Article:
Hey! It’s me! Your friendly Illini fan who lives in Badger territory.
And by lives in Badger territory, I mean I had a roommate for my first two months in Madison that currently attends the University of Wisconsin. My coworkers at my TV station are (journalists and) Badgers fans.
I don’t think they even realize the suffering we go through. Most of them are somewhat down on this season — shaky QB situation, eventually due for some kind of fall off — and they still expect to be in the conversation for a Big Ten West division title, or — at worst — a bowl.
How rough that must be.
Now, this Week 8 matchup in Champaign is Illinois’ Homecoming, and you need to think that the Illini will be more prepared in 2019 for the big game than the 46-7 loss to Purdue last season. But, if Illinois’ defense can’t figure out how to stop anything, then Jonathan Taylor is by far one of the most difficult targets for the Illini all season.
At Big Ten Media Days, Taylor, who is somehow a junior playing his 34th season in Madison, says he isn’t focused on the NFL or anything else right now; just his third year, which might end in a Heisman if things roll the right way. A quick look at his 2018 stats, and he ran for nearly 2,200 yards, 16 touchdowns and grabbed a measly eight balls in the air. According to an interview with The Athletic, Wisconsin’s coaching staff plans to increase his involvement in the passing game this season, so Taylor could potentially have 3,000+ all-purpose yards. That’s nuts.
Incredibly, the Badgers may need that kind of production from Taylor with so many questions under center. Wisconsin’s offense, which scored 49 against Illinois in a snowy/sunny day in Madison last year, didn’t score many than 21 in any of its losses (five). Jack Coan, who started four games in relief of an injured Alex Hornibrook, didn’t light anything up last season. And freshman Graham Mertz put up some gaudy numbers (3,886 yards, 51 touchdowns) at Blue Valley North High School in Kansas last year, but we all know how freshman quarterbacks can be in the Big Ten.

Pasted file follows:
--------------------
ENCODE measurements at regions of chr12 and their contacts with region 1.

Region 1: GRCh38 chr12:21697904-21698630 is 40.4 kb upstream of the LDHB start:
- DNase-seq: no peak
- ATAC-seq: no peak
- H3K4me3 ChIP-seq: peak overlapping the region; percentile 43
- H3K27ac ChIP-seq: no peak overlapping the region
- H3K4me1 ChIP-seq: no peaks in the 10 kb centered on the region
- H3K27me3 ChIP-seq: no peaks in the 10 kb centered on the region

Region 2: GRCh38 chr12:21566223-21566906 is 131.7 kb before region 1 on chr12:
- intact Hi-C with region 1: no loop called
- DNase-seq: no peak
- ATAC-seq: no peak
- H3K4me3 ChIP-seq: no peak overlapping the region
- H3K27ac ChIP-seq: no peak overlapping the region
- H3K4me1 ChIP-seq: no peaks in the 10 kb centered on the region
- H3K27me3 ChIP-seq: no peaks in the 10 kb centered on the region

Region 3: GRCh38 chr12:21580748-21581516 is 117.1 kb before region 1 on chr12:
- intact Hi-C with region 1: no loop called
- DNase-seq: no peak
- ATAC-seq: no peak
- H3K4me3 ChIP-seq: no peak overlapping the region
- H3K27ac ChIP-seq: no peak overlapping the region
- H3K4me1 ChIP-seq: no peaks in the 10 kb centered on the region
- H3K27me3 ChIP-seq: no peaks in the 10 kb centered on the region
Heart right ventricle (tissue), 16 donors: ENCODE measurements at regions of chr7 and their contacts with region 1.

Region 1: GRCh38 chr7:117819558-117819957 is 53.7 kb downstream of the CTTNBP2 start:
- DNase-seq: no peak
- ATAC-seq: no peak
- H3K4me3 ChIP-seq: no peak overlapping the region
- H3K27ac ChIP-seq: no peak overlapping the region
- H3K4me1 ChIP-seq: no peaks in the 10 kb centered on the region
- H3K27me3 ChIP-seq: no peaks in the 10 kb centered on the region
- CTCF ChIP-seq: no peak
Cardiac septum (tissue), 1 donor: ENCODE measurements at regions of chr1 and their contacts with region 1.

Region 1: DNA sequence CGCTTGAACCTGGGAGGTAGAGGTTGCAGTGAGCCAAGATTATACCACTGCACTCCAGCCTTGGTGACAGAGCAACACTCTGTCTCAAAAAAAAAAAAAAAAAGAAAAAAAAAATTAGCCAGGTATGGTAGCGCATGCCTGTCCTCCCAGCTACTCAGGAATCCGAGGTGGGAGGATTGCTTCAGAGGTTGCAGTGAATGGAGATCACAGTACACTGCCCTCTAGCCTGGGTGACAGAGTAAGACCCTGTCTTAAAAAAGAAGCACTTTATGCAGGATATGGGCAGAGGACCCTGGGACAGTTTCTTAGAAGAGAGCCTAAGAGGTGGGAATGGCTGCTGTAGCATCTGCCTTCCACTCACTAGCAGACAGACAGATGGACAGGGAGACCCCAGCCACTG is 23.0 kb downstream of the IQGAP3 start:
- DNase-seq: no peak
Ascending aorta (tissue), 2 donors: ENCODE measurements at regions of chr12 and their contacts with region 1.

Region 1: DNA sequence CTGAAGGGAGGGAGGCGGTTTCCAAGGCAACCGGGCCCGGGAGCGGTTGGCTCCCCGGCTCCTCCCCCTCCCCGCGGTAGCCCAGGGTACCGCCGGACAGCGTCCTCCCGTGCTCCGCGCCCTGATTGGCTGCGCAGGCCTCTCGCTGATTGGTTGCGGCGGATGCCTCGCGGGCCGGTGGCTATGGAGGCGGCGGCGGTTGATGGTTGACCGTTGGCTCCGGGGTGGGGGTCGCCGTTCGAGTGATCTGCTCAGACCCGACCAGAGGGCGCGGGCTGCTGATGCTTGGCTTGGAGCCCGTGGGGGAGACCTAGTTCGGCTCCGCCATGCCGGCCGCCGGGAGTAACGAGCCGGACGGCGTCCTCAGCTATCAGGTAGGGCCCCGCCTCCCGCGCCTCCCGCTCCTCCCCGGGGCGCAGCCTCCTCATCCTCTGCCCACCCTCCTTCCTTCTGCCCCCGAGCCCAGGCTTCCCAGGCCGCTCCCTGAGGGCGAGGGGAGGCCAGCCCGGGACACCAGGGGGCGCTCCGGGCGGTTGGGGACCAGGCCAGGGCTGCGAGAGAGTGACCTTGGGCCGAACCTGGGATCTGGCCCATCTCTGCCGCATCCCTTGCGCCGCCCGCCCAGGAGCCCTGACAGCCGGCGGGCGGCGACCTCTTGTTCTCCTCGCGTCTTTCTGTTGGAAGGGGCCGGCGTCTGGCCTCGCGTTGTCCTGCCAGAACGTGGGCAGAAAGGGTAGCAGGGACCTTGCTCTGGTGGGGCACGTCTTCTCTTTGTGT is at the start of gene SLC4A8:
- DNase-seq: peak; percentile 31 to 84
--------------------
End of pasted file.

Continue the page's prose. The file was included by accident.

The Illini’s backfield has the potential to be just as dangerous as Jonathan Taylor. And while the Badgers bring back their top three receiving targets (Danny Davis, Jake Ferguson and A.J. Taylor), none of them topped 521 yards.
The offense is good; it’s not spectacular. It’s something Illinois can keep up with.
But the defense? That’s where the Badgers probably win this one.
Wisconsin bookended the 2018 campaign with 34/35-3 wins and won every game except a 47-44 shootout at Purdue pretty handily — due to the performance of the defense.
In sophomore safety Scott Nelson, the Badgers have a future All-Big Ten performer. It won’t be easy for Wisconsin to replace T.J. Edwards and Ryan Connelly, who had 202 combined tackles last year, but that just means an opportunity for Zack Baun to step up in the middle at OLB.
Add in the 28th-best class nationally, according to 247, which includes a handful of three-star linebackers, linemen and defensive backs, and Paul Chryst is keeping the program moving forward.
So, maybe it’s a down year for Wisconsin. There’s still enough there for eight or nine wins and a bowl game.
And a road win at Illinois on Homecoming.